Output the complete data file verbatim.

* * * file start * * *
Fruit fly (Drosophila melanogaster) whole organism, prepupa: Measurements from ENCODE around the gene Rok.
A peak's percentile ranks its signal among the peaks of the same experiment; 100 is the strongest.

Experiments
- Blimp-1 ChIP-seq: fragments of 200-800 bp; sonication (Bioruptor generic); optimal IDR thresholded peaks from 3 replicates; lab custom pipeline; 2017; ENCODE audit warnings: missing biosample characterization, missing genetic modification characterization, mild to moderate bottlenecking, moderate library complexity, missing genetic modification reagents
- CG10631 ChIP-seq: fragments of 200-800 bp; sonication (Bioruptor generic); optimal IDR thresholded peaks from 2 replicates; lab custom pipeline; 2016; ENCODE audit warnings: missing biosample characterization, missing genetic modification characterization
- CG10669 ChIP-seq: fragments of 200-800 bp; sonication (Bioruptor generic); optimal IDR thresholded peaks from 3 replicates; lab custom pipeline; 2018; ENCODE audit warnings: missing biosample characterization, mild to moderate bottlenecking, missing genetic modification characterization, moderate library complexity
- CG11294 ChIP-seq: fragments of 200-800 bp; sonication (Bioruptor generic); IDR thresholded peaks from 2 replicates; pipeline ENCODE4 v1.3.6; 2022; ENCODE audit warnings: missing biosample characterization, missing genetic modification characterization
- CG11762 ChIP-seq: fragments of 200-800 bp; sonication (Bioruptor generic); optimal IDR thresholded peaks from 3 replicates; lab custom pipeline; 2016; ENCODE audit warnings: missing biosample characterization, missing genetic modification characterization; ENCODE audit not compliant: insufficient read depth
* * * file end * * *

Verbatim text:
Fruit fly (Drosophila melanogaster) whole organism, prepupa: Measurements from ENCODE around the gene Rok.
A peak's percentile ranks its signal among the peaks of the same experiment; 100 is the strongest.

Experiments
- Blimp-1 ChIP-seq: fragments of 200-800 bp; sonication (Bioruptor generic); optimal IDR thresholded peaks from 3 replicates; lab custom pipeline; 2017; ENCODE audit warnings: missing biosample characterization, missing genetic modification characterization, mild to moderate bottlenecking, moderate library complexity, missing genetic modification reagents
- CG10631 ChIP-seq: fragments of 200-800 bp; sonication (Bioruptor generic); optimal IDR thresholded peaks from 2 replicates; lab custom pipeline; 2016; ENCODE audit warnings: missing biosample characterization, missing genetic modification characterization
- CG10669 ChIP-seq: fragments of 200-800 bp; sonication (Bioruptor generic); optimal IDR thresholded peaks from 3 replicates; lab custom pipeline; 2018; ENCODE audit warnings: missing biosample characterization, mild to moderate bottlenecking, missing genetic modification characterization, moderate library complexity
- CG11294 ChIP-seq: fragments of 200-800 bp; sonication (Bioruptor generic); IDR thresholded peaks from 2 replicates; pipeline ENCODE4 v1.3.6; 2022; ENCODE audit warnings: missing biosample characterization, missing genetic modification characterization
- CG11762 ChIP-seq: fragments of 200-800 bp; sonication (Bioruptor generic); optimal IDR thresholded peaks from 3 replicates; lab custom pipeline; 2016; ENCODE audit warnings: missing biosample characterization, missing genetic modification characterization; ENCODE audit not compliant: insufficient read depth